Every morning I would descend the ancient stone steps to my classroom at the bottom of the hill. Some days I’d slow down as I walked, soaking in the green mountains with their permanent blanket of clouds nestled in their creases. From atop the hill, you could see all of Quetzaltenango, the colonial stone houses butted up against the slabbed-together sheet metal shacks.
As was my routine, I’d write in a coffee shop after school for an hour every day and as I paced the cobblestone streets to the gym, I’d often think about how much I hated to be there. I couldn’t appreciate the beautiful rustic buildings or the slow-paced rhythms of the Mayan town.
Looking back at it, I see how crazy I was. I’d give anything travel back to that time and place and routine and city. I’d love to go back to that season of my life because everything, in retrospect, looks so perfect.
Comparison isn’t the thief of joy, it’s the slaughterhouse.
I grew up hearing Roosevelt’s (or whoever’s) phrase, and always thought of it the same way you are now: That if you compare yourself to other people, or what you have versus what they have, you will be unhappy.
Today, as I reflected on my time in Guatemala, Cape Cod, Los Angeles, and a myriad other places, including Colorado where I am presently, I realized that it applies much more broadly. I realized that if I compare this season of my life in Colorado to that one when I was in Guatemala, I’ll always come out unhappy.
Just as how, when I was living in Guatemala, I was comparing it to other places I’d lived and was unhappy there too.
You could live near the most beautiful beach and complain that it doesn’t have high enough mountains, like Colorado does. You can live in Quito, a beautiful UNESCO city in Ecuador, and be disappointed that it doesn’t have the infrastructure of Kansas City.
The list goes on.
The more you compare anything to, well, anything, you seem to be less happy.
This applies to seasons in your life a well. Presently, I’m technically unemployed and longing to land a full-time job soon. But when I do, I’ll bemoan the fact that I have less free time like I did when I was jobless.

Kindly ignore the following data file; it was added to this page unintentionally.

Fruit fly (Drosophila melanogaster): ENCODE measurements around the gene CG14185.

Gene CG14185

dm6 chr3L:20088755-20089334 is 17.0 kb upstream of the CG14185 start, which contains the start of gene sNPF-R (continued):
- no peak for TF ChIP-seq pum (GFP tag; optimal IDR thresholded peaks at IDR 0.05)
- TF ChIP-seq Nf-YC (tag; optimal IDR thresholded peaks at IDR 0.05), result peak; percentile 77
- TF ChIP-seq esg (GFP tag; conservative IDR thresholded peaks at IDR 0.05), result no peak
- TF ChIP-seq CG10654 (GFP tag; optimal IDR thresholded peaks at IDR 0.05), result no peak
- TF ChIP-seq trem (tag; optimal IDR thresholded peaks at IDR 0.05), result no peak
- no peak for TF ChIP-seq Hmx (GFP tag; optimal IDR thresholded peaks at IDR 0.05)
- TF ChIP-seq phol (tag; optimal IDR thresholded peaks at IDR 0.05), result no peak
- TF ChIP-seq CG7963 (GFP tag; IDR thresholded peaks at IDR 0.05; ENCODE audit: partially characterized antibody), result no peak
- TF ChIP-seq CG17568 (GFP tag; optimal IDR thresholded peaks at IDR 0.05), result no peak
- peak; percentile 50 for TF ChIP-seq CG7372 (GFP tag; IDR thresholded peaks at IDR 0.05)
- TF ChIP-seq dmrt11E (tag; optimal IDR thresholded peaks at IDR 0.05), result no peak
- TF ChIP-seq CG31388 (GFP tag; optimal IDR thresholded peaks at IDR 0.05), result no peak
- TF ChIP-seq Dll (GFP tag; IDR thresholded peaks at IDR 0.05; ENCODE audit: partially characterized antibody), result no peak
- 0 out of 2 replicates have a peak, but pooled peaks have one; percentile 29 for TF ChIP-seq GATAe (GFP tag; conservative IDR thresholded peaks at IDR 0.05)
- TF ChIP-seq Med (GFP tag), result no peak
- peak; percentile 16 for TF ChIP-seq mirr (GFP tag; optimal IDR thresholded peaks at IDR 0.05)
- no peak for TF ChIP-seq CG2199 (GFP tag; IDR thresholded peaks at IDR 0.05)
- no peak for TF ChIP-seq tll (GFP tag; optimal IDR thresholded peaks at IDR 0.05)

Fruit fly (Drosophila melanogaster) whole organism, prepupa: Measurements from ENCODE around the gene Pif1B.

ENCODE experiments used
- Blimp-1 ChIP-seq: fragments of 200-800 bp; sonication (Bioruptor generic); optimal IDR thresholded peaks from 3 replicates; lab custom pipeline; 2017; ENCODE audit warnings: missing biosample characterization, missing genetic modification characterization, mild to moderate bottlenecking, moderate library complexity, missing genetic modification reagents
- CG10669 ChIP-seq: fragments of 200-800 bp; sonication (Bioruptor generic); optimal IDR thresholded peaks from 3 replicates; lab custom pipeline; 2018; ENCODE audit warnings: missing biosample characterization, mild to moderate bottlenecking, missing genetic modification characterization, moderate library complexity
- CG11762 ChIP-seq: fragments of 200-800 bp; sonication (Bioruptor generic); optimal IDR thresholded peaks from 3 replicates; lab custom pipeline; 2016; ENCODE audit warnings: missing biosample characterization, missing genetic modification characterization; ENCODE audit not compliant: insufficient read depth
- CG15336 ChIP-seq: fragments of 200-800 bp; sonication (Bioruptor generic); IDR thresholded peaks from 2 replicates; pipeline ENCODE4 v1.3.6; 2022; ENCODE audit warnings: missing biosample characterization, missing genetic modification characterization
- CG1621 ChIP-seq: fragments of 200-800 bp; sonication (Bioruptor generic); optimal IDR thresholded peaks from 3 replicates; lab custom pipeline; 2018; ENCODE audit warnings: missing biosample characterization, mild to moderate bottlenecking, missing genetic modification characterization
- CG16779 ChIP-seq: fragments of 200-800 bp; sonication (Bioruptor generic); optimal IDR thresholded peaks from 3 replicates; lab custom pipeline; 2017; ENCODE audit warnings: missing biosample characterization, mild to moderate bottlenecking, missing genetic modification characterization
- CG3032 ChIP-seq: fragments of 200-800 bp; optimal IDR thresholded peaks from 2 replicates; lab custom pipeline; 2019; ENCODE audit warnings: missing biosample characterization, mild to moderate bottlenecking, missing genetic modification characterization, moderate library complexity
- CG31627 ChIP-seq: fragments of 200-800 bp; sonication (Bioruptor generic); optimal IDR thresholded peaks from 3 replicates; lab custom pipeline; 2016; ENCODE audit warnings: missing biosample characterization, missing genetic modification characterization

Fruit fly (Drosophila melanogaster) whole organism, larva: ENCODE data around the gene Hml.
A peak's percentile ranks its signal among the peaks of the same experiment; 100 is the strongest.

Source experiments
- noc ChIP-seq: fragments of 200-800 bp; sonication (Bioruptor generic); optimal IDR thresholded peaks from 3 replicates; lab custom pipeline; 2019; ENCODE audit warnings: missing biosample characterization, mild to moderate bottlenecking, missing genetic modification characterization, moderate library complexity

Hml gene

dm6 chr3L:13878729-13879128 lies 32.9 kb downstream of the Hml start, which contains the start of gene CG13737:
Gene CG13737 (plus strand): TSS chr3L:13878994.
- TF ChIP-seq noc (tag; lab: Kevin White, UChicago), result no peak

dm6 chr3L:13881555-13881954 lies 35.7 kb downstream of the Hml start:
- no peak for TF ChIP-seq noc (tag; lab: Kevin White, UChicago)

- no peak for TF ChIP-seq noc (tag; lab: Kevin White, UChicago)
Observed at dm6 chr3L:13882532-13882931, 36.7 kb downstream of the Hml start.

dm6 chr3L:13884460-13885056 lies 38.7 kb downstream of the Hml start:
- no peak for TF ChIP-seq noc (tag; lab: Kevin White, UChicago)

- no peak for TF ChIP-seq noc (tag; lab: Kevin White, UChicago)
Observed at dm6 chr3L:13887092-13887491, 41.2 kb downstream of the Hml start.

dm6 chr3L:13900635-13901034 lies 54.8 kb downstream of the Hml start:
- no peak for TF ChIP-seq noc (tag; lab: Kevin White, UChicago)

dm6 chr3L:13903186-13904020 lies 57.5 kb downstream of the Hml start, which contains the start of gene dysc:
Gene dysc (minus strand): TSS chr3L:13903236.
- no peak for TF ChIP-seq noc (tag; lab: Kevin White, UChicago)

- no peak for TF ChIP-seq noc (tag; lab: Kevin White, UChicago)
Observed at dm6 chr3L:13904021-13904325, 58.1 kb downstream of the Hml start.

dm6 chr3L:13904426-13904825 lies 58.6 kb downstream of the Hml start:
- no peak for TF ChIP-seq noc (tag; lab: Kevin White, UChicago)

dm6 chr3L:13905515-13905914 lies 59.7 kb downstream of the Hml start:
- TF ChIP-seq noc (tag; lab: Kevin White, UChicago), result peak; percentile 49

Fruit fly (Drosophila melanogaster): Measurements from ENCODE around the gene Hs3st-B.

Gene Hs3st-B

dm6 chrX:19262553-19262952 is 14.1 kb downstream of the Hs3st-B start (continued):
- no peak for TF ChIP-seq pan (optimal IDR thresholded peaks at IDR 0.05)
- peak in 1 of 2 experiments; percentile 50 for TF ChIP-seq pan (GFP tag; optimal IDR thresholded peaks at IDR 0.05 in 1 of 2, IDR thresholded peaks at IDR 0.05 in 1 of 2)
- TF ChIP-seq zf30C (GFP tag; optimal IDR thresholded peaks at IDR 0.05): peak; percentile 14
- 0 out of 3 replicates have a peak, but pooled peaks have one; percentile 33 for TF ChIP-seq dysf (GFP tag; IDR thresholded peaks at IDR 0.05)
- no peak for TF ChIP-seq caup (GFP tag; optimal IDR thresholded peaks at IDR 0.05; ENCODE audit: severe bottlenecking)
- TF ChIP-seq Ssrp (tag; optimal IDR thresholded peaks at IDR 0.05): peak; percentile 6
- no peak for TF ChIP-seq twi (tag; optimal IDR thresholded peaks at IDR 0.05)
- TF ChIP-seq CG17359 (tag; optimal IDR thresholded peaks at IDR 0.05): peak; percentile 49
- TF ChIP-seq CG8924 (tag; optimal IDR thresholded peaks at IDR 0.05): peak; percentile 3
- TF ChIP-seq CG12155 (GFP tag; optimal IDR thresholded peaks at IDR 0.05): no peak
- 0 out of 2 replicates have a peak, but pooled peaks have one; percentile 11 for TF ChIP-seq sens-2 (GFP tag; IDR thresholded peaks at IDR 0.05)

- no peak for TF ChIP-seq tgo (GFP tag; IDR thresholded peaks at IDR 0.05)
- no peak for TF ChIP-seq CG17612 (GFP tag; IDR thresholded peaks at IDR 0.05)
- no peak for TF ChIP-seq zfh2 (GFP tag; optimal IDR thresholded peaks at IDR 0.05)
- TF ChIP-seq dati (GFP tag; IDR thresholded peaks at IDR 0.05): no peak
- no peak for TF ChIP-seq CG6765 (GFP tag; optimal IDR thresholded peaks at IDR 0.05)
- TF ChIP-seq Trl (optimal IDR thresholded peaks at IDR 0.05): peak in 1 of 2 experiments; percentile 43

See how you can get into a habit of comparing things—seasons of your life, places you live, jobs, or pretty much anything—and it’s a road straight to disappointment and complaint?
The happiest people I know seem to be the ones who aren’t doing this—they’re happy where they are. They can praise the crazy waves they rode in Australia without necessarily comparing it to where they are now, in Chicago. They were happy to live in the rush of a big city like New York, and now they’re happy to work in the slow suburbs of Littleton, Colorado.
They’re just appreciative of the differences between things, places, and people rather than comparative.
I’m trying to be more like this, but God knows I’m struggling. I catch myself constantly looking backward, imagining that that season I was in was empirically better than this one. For this reason or that…
When we stop comparing places, for instance, we are suddenly free from expectations. We no longer need to think negatively about how Xela, Guatemala isn’t a good place because it’s not next to the ocean. Instead, we can let it be it’s own place—a beautiful place bursting with culture, life, and creativity, if only we’d stop comparing it to all the other cities we’ve loved in the past.
Stop comparing your present season to past ones—you have no idea what could happen tomorrow, propelling you into the greatest season of your life if only you’d stop comparing it to others you’ve had before. Time is a blank slate and you’re the one who gets to choose what happens next in your life.
Will you continue to hold onto all the experiences you’ve had before, hoping the next ones you’ll have will measure up, or will you just enjoy the ride, as it happens in the present moment?